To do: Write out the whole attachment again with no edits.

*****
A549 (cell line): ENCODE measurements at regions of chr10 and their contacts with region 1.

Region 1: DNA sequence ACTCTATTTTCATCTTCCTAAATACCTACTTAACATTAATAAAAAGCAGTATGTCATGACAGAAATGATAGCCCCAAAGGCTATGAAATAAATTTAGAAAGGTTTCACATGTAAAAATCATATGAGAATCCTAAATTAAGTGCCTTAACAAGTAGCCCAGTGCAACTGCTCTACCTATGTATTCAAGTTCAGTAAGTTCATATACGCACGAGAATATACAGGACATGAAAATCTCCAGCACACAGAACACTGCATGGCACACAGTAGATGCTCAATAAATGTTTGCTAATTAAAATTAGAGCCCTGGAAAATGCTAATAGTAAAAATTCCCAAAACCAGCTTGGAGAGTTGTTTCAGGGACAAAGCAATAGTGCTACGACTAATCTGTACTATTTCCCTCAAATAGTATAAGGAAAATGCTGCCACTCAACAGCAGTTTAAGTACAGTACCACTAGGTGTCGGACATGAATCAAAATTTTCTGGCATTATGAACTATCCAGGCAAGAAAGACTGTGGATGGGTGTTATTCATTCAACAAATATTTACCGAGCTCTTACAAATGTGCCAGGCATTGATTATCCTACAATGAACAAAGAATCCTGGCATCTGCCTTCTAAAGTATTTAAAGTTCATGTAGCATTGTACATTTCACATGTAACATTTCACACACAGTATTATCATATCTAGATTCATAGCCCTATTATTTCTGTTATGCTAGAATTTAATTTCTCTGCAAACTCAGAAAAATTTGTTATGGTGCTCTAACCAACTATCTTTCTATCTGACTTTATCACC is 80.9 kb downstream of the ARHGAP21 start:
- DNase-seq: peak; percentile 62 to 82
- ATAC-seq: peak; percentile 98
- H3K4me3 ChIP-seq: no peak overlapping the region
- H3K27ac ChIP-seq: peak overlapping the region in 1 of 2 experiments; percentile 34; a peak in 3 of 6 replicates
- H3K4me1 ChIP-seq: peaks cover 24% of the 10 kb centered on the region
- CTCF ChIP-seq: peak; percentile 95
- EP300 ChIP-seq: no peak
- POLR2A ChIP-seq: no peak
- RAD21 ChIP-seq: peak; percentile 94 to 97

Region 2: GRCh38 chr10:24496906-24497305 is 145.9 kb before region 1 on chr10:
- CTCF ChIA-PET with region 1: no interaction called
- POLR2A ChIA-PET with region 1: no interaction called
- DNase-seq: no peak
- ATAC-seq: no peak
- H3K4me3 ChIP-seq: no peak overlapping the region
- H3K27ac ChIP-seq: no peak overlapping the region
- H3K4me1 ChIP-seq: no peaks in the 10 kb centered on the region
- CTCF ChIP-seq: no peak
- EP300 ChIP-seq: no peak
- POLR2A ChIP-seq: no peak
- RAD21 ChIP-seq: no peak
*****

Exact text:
A549 (cell line): ENCODE measurements at regions of chr10 and their contacts with region 1.

Region 1: DNA sequence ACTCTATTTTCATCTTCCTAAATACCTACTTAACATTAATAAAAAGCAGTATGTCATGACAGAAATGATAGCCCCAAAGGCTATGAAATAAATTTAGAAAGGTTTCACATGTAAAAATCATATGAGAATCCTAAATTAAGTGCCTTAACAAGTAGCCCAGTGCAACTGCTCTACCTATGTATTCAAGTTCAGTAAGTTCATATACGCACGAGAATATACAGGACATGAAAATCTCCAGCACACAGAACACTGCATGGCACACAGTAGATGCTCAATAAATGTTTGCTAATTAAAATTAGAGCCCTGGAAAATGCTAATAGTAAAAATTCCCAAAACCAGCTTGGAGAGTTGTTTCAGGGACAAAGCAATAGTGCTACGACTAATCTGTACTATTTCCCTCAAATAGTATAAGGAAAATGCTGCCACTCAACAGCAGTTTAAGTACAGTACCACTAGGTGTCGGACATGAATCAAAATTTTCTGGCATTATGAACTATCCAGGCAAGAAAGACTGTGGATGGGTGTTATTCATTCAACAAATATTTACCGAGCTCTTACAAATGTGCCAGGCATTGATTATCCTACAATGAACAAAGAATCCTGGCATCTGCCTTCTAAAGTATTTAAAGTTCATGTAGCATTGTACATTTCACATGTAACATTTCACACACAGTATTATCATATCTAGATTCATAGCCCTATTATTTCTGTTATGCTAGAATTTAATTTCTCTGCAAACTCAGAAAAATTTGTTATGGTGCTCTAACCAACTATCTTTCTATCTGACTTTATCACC is 80.9 kb downstream of the ARHGAP21 start:
- DNase-seq: peak; percentile 62 to 82
- ATAC-seq: peak; percentile 98
- H3K4me3 ChIP-seq: no peak overlapping the region
- H3K27ac ChIP-seq: peak overlapping the region in 1 of 2 experiments; percentile 34; a peak in 3 of 6 replicates
- H3K4me1 ChIP-seq: peaks cover 24% of the 10 kb centered on the region
- CTCF ChIP-seq: peak; percentile 95
- EP300 ChIP-seq: no peak
- POLR2A ChIP-seq: no peak
- RAD21 ChIP-seq: peak; percentile 94 to 97

Region 2: GRCh38 chr10:24496906-24497305 is 145.9 kb before region 1 on chr10:
- CTCF ChIA-PET with region 1: no interaction called
- POLR2A ChIA-PET with region 1: no interaction called
- DNase-seq: no peak
- ATAC-seq: no peak
- H3K4me3 ChIP-seq: no peak overlapping the region
- H3K27ac ChIP-seq: no peak overlapping the region
- H3K4me1 ChIP-seq: no peaks in the 10 kb centered on the region
- CTCF ChIP-seq: no peak
- EP300 ChIP-seq: no peak
- POLR2A ChIP-seq: no peak
- RAD21 ChIP-seq: no peak